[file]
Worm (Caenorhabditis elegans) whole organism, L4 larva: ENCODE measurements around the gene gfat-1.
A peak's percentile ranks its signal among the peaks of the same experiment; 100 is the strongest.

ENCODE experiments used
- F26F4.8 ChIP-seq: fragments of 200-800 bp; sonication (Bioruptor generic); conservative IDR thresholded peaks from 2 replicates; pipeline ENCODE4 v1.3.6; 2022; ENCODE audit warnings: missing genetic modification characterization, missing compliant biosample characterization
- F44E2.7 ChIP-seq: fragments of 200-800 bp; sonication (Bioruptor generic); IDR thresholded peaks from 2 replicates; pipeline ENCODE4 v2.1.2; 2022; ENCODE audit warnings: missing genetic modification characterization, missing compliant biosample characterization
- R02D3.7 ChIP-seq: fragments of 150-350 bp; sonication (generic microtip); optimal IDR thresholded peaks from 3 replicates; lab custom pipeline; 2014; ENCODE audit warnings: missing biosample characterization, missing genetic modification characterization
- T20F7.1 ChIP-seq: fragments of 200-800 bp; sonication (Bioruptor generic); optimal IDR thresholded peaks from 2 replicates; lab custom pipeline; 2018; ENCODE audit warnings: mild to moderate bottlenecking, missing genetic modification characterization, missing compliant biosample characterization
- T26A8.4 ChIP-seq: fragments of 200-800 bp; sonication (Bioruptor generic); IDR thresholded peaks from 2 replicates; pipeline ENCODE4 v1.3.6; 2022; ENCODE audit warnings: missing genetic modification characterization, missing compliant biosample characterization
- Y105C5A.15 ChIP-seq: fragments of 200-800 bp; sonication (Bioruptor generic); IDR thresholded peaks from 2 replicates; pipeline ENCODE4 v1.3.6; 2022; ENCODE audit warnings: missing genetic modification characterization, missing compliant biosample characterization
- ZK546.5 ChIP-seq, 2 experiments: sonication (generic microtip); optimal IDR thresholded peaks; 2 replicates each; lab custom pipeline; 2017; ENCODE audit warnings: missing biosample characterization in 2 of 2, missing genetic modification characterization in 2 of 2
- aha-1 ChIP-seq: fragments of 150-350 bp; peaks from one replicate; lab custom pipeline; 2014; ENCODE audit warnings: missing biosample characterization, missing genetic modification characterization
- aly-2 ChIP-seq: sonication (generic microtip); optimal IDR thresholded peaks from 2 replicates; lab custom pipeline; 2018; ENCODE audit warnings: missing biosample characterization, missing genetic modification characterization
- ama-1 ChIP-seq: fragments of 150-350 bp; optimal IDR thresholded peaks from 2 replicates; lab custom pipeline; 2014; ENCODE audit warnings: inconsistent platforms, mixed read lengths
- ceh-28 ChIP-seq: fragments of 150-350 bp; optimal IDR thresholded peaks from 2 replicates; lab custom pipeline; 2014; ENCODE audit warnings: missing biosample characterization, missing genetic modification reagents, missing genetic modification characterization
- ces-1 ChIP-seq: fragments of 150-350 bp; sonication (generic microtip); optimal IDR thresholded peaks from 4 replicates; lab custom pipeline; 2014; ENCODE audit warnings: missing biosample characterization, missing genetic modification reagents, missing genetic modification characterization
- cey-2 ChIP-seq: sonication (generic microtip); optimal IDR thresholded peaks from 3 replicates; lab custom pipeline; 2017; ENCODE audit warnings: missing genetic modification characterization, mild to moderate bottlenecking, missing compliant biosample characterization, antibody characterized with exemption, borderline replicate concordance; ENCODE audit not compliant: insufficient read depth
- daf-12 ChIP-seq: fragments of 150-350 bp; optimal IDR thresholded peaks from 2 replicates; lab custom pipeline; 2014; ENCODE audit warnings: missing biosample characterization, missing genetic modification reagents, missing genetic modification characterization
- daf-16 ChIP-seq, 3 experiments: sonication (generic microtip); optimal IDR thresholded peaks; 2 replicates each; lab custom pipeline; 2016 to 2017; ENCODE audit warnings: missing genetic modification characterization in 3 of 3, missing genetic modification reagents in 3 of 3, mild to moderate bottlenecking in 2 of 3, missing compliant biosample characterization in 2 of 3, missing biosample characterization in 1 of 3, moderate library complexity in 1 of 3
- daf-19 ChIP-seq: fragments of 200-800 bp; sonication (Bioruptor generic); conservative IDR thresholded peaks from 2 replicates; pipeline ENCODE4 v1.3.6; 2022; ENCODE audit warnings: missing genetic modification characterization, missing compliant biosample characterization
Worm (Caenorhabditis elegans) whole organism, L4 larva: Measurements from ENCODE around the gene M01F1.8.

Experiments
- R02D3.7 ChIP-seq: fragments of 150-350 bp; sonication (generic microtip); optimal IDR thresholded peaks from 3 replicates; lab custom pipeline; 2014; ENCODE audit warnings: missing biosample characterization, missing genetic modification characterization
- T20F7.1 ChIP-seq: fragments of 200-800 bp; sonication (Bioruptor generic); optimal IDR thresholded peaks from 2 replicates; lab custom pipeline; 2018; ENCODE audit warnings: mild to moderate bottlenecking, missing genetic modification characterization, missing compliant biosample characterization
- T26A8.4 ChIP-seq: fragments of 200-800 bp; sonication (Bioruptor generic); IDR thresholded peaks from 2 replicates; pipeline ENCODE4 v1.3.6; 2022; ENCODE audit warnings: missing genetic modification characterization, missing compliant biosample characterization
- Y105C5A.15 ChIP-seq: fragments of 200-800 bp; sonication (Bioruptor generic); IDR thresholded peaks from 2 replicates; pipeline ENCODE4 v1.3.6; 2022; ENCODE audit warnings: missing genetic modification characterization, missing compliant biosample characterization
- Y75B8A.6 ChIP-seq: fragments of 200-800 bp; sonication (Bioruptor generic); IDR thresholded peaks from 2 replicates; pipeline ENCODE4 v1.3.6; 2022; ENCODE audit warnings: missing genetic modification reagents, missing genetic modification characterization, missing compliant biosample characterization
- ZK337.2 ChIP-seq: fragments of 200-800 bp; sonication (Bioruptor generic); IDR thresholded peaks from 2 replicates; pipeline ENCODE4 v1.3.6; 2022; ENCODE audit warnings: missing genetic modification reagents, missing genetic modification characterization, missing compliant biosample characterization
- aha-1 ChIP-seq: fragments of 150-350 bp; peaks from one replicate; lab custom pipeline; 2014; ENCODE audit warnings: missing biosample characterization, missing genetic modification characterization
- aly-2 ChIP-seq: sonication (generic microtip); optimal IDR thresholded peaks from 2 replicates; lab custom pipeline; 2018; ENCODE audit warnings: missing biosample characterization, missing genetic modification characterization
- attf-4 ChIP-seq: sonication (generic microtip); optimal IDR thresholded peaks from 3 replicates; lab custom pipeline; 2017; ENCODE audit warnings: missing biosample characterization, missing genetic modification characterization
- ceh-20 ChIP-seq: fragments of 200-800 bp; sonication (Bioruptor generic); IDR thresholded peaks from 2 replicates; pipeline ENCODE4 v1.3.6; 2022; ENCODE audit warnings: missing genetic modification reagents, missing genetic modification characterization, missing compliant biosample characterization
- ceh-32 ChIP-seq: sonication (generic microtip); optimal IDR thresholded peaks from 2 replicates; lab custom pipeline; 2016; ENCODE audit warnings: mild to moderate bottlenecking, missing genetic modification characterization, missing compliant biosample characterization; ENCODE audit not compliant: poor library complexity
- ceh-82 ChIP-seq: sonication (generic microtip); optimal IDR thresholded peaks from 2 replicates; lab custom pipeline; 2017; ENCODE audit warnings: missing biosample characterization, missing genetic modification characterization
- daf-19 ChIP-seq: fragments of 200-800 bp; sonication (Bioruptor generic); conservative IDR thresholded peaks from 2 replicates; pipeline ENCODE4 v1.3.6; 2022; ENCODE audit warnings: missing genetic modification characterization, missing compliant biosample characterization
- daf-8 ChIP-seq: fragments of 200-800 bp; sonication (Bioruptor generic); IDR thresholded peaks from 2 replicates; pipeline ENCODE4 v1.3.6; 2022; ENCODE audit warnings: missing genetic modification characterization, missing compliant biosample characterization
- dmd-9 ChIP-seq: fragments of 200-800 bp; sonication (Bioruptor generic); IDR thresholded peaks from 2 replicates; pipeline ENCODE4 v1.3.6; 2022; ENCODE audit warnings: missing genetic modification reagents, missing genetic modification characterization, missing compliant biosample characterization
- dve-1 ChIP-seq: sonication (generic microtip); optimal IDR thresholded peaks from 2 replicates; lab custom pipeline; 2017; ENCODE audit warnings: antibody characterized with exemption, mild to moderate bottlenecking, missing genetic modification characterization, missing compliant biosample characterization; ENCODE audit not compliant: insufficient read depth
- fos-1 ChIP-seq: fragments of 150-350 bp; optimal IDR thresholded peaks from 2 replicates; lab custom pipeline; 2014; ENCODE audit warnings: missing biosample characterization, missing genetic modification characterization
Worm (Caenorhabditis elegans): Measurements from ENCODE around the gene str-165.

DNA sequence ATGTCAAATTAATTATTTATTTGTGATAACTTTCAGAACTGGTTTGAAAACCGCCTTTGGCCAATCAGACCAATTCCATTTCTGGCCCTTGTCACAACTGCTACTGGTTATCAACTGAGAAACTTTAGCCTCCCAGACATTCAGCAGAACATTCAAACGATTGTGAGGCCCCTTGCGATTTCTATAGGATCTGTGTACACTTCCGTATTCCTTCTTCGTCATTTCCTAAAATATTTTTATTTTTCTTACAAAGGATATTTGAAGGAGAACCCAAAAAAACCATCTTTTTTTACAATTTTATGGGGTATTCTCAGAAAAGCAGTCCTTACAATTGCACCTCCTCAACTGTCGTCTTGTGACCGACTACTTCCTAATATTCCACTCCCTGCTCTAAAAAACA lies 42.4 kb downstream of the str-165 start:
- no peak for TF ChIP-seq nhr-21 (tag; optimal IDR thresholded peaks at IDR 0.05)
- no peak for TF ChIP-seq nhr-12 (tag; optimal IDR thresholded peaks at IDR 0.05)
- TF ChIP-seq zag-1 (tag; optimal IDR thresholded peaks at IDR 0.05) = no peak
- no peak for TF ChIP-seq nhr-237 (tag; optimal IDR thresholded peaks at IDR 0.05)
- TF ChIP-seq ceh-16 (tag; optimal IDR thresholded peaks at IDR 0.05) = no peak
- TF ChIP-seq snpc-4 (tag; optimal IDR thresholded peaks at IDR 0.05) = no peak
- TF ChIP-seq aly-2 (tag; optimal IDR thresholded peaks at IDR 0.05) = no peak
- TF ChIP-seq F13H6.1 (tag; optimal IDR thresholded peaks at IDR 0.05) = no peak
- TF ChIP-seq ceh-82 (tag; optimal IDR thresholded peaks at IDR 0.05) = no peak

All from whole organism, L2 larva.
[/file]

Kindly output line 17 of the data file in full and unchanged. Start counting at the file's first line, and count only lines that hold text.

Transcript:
- daf-12 ChIP-seq: fragments of 150-350 bp; optimal IDR thresholded peaks from 2 replicates; lab custom pipeline; 2014; ENCODE audit warnings: missing biosample characterization, missing genetic modification reagents, missing genetic modification characterization